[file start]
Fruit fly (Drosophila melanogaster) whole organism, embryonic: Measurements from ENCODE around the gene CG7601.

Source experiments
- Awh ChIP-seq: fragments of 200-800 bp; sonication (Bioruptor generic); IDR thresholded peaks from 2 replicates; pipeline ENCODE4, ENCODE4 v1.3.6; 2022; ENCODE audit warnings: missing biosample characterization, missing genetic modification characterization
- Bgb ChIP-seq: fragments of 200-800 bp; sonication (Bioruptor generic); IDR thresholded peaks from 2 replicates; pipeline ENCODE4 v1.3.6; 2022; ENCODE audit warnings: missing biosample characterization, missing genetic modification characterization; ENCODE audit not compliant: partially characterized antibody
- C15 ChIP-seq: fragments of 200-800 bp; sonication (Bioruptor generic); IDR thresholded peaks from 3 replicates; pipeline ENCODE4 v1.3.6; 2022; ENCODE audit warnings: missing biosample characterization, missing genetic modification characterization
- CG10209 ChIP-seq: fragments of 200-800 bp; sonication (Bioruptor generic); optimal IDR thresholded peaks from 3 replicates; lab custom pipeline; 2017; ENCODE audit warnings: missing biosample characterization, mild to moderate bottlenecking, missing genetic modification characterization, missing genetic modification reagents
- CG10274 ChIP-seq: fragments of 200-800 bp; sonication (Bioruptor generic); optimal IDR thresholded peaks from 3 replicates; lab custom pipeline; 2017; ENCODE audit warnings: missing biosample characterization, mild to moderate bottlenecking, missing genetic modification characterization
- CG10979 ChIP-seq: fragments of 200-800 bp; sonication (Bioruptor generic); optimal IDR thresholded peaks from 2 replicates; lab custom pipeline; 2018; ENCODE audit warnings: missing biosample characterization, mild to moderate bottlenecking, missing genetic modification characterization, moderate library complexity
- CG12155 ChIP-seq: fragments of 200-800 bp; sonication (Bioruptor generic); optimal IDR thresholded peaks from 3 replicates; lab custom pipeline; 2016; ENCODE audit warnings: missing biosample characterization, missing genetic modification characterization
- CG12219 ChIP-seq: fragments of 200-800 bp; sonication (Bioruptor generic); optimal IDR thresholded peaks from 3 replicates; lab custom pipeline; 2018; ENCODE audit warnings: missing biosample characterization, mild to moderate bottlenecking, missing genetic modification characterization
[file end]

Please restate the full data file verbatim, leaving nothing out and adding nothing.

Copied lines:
Fruit fly (Drosophila melanogaster) whole organism, embryonic: Measurements from ENCODE around the gene CG7601.

Source experiments
- Awh ChIP-seq: fragments of 200-800 bp; sonication (Bioruptor generic); IDR thresholded peaks from 2 replicates; pipeline ENCODE4, ENCODE4 v1.3.6; 2022; ENCODE audit warnings: missing biosample characterization, missing genetic modification characterization
- Bgb ChIP-seq: fragments of 200-800 bp; sonication (Bioruptor generic); IDR thresholded peaks from 2 replicates; pipeline ENCODE4 v1.3.6; 2022; ENCODE audit warnings: missing biosample characterization, missing genetic modification characterization; ENCODE audit not compliant: partially characterized antibody
- C15 ChIP-seq: fragments of 200-800 bp; sonication (Bioruptor generic); IDR thresholded peaks from 3 replicates; pipeline ENCODE4 v1.3.6; 2022; ENCODE audit warnings: missing biosample characterization, missing genetic modification characterization
- CG10209 ChIP-seq: fragments of 200-800 bp; sonication (Bioruptor generic); optimal IDR thresholded peaks from 3 replicates; lab custom pipeline; 2017; ENCODE audit warnings: missing biosample characterization, mild to moderate bottlenecking, missing genetic modification characterization, missing genetic modification reagents
- CG10274 ChIP-seq: fragments of 200-800 bp; sonication (Bioruptor generic); optimal IDR thresholded peaks from 3 replicates; lab custom pipeline; 2017; ENCODE audit warnings: missing biosample characterization, mild to moderate bottlenecking, missing genetic modification characterization
- CG10979 ChIP-seq: fragments of 200-800 bp; sonication (Bioruptor generic); optimal IDR thresholded peaks from 2 replicates; lab custom pipeline; 2018; ENCODE audit warnings: missing biosample characterization, mild to moderate bottlenecking, missing genetic modification characterization, moderate library complexity
- CG12155 ChIP-seq: fragments of 200-800 bp; sonication (Bioruptor generic); optimal IDR thresholded peaks from 3 replicates; lab custom pipeline; 2016; ENCODE audit warnings: missing biosample characterization, missing genetic modification characterization
- CG12219 ChIP-seq: fragments of 200-800 bp; sonication (Bioruptor generic); optimal IDR thresholded peaks from 3 replicates; lab custom pipeline; 2018; ENCODE audit warnings: missing biosample characterization, mild to moderate bottlenecking, missing genetic modification characterization